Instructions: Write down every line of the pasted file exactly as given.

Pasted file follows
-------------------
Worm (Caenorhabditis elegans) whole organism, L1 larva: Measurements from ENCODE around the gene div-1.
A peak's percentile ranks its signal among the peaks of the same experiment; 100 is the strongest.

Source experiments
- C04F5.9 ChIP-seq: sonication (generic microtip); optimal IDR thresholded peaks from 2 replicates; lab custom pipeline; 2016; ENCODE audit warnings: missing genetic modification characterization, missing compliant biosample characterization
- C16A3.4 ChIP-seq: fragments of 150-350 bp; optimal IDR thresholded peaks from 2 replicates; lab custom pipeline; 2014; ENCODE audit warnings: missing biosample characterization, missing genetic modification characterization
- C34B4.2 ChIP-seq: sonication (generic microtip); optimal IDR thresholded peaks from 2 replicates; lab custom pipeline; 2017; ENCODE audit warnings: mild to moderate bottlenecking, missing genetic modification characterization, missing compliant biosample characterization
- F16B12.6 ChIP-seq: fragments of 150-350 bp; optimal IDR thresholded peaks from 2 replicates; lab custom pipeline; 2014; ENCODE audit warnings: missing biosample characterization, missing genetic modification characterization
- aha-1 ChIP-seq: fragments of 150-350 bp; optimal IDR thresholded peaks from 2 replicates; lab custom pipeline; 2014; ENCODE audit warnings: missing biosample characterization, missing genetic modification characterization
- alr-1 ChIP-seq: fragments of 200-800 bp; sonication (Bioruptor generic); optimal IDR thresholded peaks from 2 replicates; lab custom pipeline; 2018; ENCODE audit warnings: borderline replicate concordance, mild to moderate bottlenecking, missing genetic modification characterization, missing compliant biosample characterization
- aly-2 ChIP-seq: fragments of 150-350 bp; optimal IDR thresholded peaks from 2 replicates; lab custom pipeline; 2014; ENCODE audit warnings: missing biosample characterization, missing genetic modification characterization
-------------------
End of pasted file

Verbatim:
Worm (Caenorhabditis elegans) whole organism, L1 larva: Measurements from ENCODE around the gene div-1.
A peak's percentile ranks its signal among the peaks of the same experiment; 100 is the strongest.

Source experiments
- C04F5.9 ChIP-seq: sonication (generic microtip); optimal IDR thresholded peaks from 2 replicates; lab custom pipeline; 2016; ENCODE audit warnings: missing genetic modification characterization, missing compliant biosample characterization
- C16A3.4 ChIP-seq: fragments of 150-350 bp; optimal IDR thresholded peaks from 2 replicates; lab custom pipeline; 2014; ENCODE audit warnings: missing biosample characterization, missing genetic modification characterization
- C34B4.2 ChIP-seq: sonication (generic microtip); optimal IDR thresholded peaks from 2 replicates; lab custom pipeline; 2017; ENCODE audit warnings: mild to moderate bottlenecking, missing genetic modification characterization, missing compliant biosample characterization
- F16B12.6 ChIP-seq: fragments of 150-350 bp; optimal IDR thresholded peaks from 2 replicates; lab custom pipeline; 2014; ENCODE audit warnings: missing biosample characterization, missing genetic modification characterization
- aha-1 ChIP-seq: fragments of 150-350 bp; optimal IDR thresholded peaks from 2 replicates; lab custom pipeline; 2014; ENCODE audit warnings: missing biosample characterization, missing genetic modification characterization
- alr-1 ChIP-seq: fragments of 200-800 bp; sonication (Bioruptor generic); optimal IDR thresholded peaks from 2 replicates; lab custom pipeline; 2018; ENCODE audit warnings: borderline replicate concordance, mild to moderate bottlenecking, missing genetic modification characterization, missing compliant biosample characterization
- aly-2 ChIP-seq: fragments of 150-350 bp; optimal IDR thresholded peaks from 2 replicates; lab custom pipeline; 2014; ENCODE audit warnings: missing biosample characterization, missing genetic modification characterization